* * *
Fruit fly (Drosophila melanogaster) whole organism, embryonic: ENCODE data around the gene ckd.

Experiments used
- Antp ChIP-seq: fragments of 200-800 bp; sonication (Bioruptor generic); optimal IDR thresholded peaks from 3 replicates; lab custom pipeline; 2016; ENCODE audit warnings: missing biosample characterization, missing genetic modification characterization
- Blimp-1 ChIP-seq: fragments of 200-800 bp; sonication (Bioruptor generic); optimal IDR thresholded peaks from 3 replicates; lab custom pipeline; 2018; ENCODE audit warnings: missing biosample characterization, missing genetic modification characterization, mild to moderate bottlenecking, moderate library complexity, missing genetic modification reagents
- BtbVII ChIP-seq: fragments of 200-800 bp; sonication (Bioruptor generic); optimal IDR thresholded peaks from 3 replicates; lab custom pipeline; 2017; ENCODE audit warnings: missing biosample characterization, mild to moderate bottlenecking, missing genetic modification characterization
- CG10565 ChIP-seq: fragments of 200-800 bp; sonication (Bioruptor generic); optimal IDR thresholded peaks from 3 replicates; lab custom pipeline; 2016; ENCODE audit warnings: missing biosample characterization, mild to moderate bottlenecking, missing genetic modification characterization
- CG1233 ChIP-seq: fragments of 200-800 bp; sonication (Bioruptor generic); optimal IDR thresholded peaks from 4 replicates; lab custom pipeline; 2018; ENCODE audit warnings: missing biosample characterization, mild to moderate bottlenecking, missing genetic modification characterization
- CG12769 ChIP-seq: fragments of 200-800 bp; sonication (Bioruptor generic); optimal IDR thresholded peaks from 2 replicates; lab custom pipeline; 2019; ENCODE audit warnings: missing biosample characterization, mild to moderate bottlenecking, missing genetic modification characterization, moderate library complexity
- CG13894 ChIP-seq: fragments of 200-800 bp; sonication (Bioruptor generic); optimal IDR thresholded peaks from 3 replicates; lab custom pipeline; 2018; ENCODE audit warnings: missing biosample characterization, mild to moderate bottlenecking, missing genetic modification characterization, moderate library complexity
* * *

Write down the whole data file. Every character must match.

Fruit fly (Drosophila melanogaster) whole organism, embryonic: ENCODE data around the gene ckd.

Experiments used
- Antp ChIP-seq: fragments of 200-800 bp; sonication (Bioruptor generic); optimal IDR thresholded peaks from 3 replicates; lab custom pipeline; 2016; ENCODE audit warnings: missing biosample characterization, missing genetic modification characterization
- Blimp-1 ChIP-seq: fragments of 200-800 bp; sonication (Bioruptor generic); optimal IDR thresholded peaks from 3 replicates; lab custom pipeline; 2018; ENCODE audit warnings: missing biosample characterization, missing genetic modification characterization, mild to moderate bottlenecking, moderate library complexity, missing genetic modification reagents
- BtbVII ChIP-seq: fragments of 200-800 bp; sonication (Bioruptor generic); optimal IDR thresholded peaks from 3 replicates; lab custom pipeline; 2017; ENCODE audit warnings: missing biosample characterization, mild to moderate bottlenecking, missing genetic modification characterization
- CG10565 ChIP-seq: fragments of 200-800 bp; sonication (Bioruptor generic); optimal IDR thresholded peaks from 3 replicates; lab custom pipeline; 2016; ENCODE audit warnings: missing biosample characterization, mild to moderate bottlenecking, missing genetic modification characterization
- CG1233 ChIP-seq: fragments of 200-800 bp; sonication (Bioruptor generic); optimal IDR thresholded peaks from 4 replicates; lab custom pipeline; 2018; ENCODE audit warnings: missing biosample characterization, mild to moderate bottlenecking, missing genetic modification characterization
- CG12769 ChIP-seq: fragments of 200-800 bp; sonication (Bioruptor generic); optimal IDR thresholded peaks from 2 replicates; lab custom pipeline; 2019; ENCODE audit warnings: missing biosample characterization, mild to moderate bottlenecking, missing genetic modification characterization, moderate library complexity
- CG13894 ChIP-seq: fragments of 200-800 bp; sonication (Bioruptor generic); optimal IDR thresholded peaks from 3 replicates; lab custom pipeline; 2018; ENCODE audit warnings: missing biosample characterization, mild to moderate bottlenecking, missing genetic modification characterization, moderate library complexity